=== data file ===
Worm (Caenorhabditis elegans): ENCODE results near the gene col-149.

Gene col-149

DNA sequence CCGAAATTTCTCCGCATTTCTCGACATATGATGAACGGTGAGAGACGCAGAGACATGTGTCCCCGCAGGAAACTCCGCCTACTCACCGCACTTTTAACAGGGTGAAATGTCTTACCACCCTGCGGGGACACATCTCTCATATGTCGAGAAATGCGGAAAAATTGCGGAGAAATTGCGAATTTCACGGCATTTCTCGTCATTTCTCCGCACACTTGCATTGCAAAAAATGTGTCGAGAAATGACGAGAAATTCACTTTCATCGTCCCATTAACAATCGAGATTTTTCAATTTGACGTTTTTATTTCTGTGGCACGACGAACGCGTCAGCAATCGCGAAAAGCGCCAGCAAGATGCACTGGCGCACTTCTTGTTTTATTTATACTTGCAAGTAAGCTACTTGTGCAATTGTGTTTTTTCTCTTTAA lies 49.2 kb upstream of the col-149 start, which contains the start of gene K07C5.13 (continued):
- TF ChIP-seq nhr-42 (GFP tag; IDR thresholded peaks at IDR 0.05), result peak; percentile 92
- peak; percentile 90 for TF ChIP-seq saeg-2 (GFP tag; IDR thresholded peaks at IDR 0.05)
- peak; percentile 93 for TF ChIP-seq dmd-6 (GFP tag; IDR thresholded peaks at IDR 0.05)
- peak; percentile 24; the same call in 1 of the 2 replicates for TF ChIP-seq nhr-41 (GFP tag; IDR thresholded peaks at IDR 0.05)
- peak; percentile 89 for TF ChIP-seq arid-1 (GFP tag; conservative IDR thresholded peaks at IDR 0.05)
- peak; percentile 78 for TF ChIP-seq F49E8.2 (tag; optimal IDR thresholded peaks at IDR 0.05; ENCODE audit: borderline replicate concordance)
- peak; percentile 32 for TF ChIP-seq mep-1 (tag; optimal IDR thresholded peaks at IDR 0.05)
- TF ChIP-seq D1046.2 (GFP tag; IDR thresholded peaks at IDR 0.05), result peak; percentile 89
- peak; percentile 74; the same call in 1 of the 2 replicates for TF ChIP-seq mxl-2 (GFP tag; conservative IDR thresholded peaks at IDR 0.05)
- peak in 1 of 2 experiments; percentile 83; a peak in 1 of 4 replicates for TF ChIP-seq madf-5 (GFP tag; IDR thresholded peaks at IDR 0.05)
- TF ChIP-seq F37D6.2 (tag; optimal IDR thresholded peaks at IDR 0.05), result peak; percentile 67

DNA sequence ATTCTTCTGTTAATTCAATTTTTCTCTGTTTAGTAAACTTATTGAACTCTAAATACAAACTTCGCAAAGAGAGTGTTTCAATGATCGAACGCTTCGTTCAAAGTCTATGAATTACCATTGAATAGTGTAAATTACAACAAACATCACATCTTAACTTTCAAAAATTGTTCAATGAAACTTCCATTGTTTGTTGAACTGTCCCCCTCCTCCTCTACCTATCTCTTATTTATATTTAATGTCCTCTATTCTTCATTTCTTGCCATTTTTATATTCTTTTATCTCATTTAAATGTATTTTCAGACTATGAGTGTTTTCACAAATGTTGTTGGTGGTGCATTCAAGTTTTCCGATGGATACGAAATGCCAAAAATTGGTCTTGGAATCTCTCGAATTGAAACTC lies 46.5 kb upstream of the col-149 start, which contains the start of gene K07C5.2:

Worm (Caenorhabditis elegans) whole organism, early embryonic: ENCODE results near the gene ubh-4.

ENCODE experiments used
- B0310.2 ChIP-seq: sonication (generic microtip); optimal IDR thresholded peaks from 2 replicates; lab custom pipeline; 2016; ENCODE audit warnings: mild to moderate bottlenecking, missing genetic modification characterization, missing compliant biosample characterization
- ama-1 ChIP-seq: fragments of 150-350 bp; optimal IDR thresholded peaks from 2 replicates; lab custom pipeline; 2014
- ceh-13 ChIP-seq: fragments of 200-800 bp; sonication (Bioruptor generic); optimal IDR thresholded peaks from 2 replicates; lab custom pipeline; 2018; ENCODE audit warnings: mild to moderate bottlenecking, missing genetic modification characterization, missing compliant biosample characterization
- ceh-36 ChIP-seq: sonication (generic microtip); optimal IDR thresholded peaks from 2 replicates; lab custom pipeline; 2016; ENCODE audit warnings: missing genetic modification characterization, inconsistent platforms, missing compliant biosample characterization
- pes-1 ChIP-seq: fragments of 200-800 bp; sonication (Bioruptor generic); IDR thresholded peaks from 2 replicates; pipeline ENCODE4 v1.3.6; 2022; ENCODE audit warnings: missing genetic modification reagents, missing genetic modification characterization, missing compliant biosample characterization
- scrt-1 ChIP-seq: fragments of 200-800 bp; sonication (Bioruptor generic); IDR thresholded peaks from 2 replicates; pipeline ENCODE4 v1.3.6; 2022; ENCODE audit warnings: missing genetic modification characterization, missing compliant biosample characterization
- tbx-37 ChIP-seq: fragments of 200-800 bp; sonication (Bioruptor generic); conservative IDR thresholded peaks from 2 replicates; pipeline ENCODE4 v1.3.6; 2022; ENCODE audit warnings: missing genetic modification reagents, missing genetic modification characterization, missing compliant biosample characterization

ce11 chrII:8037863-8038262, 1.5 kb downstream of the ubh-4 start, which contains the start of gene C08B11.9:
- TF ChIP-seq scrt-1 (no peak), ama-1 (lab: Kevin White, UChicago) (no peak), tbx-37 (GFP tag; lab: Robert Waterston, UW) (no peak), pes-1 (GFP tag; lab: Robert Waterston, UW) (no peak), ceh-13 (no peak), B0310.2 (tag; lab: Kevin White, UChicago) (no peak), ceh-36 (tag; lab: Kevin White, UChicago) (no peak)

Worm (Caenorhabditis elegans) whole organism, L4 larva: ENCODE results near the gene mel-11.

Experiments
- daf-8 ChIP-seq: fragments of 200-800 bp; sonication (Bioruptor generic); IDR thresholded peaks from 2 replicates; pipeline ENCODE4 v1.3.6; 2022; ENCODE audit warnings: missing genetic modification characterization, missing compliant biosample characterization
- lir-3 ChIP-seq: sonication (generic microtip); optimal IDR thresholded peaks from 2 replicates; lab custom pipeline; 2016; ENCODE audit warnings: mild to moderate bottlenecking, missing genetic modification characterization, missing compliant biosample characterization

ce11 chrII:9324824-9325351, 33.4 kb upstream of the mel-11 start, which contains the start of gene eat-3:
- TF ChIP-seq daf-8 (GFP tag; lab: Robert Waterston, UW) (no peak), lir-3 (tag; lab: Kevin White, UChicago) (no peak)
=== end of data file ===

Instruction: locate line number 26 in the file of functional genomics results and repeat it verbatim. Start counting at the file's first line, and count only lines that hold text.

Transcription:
- TF ChIP-seq scrt-1 (no peak), ama-1 (lab: Kevin White, UChicago) (no peak), tbx-37 (GFP tag; lab: Robert Waterston, UW) (no peak), pes-1 (GFP tag; lab: Robert Waterston, UW) (no peak), ceh-13 (no peak), B0310.2 (tag; lab: Kevin White, UChicago) (no peak), ceh-36 (tag; lab: Kevin White, UChicago) (no peak)